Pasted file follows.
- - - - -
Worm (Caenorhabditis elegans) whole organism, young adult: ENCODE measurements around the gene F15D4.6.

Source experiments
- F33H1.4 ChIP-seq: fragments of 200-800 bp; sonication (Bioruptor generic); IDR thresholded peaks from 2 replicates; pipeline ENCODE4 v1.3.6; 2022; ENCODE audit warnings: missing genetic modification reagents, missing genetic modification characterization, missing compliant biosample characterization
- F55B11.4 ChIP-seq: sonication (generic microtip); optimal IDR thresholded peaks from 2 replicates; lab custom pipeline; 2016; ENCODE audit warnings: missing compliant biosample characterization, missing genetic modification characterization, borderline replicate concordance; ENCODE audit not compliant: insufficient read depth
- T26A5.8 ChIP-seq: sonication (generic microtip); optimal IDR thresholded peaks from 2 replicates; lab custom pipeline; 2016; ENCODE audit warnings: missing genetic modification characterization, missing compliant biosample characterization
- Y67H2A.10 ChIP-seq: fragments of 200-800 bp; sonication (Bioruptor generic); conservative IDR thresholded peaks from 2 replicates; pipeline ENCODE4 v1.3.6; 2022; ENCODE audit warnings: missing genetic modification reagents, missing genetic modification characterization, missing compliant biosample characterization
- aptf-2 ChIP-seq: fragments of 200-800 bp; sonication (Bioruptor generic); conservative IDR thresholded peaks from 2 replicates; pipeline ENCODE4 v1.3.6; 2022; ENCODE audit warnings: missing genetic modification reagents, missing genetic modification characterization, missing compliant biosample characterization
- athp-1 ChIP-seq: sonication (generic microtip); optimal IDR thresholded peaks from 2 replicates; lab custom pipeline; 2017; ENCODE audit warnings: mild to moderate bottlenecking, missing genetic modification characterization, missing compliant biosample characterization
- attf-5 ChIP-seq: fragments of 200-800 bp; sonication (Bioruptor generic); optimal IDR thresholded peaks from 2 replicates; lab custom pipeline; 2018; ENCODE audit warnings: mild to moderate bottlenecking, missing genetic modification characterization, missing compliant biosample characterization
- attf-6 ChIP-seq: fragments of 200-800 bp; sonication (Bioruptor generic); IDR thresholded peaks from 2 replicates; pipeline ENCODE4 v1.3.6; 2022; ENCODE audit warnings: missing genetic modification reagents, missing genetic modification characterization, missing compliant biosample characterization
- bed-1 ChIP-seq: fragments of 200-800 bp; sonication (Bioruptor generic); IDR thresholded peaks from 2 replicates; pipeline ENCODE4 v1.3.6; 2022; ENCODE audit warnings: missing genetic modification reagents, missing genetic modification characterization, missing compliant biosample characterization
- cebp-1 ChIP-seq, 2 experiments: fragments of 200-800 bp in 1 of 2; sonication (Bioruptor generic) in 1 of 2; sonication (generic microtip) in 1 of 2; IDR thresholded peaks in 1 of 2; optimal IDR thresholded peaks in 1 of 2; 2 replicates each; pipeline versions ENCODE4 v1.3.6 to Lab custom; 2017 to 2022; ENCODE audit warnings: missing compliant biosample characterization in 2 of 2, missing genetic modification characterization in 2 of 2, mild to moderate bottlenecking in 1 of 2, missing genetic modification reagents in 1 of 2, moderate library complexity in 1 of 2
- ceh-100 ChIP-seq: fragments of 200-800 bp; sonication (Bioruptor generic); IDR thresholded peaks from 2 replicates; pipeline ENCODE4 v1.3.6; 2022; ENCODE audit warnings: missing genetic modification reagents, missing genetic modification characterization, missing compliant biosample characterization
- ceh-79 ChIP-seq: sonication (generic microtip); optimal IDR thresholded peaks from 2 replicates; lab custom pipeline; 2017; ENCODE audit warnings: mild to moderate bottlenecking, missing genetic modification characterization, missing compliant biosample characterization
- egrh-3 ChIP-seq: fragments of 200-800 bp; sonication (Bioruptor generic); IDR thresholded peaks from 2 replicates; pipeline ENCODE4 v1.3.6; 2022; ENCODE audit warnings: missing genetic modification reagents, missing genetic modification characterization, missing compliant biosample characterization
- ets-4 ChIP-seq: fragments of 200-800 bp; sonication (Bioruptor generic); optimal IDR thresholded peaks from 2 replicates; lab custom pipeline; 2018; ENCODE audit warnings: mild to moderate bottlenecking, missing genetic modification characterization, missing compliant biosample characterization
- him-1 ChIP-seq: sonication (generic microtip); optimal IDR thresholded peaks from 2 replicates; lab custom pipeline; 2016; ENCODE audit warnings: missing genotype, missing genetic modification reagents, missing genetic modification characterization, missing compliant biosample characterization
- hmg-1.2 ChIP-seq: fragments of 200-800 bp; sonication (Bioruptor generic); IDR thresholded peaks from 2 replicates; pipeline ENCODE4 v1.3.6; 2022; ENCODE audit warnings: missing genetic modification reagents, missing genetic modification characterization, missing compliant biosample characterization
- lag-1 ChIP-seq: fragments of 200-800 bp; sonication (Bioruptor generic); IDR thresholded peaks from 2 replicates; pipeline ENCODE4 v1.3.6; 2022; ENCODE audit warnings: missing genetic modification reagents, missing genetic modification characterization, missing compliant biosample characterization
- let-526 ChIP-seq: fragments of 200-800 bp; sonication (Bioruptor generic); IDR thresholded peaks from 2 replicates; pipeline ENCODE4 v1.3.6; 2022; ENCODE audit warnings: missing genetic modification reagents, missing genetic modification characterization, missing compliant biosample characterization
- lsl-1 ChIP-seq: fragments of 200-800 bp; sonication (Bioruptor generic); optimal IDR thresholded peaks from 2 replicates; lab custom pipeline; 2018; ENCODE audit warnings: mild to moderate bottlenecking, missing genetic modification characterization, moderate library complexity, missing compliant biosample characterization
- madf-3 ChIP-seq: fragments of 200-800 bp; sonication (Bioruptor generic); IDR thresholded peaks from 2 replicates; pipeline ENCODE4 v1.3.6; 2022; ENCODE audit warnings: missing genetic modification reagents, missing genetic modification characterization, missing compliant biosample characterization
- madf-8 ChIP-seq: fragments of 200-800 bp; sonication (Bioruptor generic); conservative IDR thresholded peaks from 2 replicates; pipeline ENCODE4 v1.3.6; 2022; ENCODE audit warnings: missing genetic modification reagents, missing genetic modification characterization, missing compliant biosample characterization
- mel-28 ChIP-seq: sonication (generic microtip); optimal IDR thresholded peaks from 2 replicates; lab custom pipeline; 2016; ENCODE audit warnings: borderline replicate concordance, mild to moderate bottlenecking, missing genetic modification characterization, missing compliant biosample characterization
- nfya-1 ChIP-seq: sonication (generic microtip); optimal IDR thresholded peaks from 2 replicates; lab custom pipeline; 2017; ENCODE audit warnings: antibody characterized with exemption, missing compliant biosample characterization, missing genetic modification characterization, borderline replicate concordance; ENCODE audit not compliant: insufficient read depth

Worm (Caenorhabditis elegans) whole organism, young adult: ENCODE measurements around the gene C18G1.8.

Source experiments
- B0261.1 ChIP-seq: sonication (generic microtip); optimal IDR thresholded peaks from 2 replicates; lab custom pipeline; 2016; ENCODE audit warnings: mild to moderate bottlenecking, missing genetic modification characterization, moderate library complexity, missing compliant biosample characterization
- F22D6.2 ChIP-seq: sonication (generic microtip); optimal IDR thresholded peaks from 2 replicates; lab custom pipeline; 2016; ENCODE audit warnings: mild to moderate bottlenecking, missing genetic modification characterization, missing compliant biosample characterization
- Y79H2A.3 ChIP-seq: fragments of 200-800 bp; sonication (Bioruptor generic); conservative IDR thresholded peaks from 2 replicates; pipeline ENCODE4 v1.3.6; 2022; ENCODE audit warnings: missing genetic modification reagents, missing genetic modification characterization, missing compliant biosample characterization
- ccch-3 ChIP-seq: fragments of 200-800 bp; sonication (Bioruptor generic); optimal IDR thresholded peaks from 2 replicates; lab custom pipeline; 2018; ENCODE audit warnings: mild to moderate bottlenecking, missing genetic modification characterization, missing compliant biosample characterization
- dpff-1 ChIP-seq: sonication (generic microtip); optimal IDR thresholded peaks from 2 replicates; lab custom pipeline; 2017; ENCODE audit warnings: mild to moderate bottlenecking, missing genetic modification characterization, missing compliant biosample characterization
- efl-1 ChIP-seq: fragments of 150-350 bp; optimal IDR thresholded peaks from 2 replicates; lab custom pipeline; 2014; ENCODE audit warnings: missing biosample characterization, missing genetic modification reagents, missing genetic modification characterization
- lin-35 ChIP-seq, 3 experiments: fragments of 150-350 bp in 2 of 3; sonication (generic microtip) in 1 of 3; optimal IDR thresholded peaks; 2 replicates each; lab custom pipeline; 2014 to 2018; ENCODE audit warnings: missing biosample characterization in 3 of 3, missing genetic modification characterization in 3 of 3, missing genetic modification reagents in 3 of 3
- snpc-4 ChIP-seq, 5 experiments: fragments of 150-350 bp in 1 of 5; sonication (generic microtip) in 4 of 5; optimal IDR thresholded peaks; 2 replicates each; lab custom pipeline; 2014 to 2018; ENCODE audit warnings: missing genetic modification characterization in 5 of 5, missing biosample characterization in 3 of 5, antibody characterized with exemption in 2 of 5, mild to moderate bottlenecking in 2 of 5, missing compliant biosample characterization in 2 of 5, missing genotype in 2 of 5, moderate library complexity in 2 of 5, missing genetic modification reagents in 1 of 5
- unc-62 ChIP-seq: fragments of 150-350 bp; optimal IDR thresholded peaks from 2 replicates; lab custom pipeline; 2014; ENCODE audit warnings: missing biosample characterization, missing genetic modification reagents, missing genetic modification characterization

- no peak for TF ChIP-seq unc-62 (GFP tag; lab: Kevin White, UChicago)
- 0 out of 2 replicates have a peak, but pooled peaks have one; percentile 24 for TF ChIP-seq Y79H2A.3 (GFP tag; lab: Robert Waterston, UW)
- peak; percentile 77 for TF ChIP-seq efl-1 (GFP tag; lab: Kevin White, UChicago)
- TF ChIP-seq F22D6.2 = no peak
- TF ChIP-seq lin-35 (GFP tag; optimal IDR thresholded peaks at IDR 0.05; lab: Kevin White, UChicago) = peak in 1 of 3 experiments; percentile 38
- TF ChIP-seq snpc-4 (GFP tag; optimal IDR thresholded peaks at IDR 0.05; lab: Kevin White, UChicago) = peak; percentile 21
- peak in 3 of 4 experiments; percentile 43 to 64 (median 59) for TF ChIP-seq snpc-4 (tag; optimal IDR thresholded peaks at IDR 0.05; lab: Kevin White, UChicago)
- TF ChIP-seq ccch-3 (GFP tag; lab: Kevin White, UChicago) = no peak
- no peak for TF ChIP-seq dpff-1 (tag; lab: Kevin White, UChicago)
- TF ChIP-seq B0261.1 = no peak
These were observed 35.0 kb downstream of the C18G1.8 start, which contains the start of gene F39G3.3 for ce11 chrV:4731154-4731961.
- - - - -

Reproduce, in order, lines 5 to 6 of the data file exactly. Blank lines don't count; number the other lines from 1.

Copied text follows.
- T26A5.8 ChIP-seq: sonication (generic microtip); optimal IDR thresholded peaks from 2 replicates; lab custom pipeline; 2016; ENCODE audit warnings: missing genetic modification characterization, missing compliant biosample characterization
- Y67H2A.10 ChIP-seq: fragments of 200-800 bp; sonication (Bioruptor generic); conservative IDR thresholded peaks from 2 replicates; pipeline ENCODE4 v1.3.6; 2022; ENCODE audit warnings: missing genetic modification reagents, missing genetic modification characterization, missing compliant biosample characterization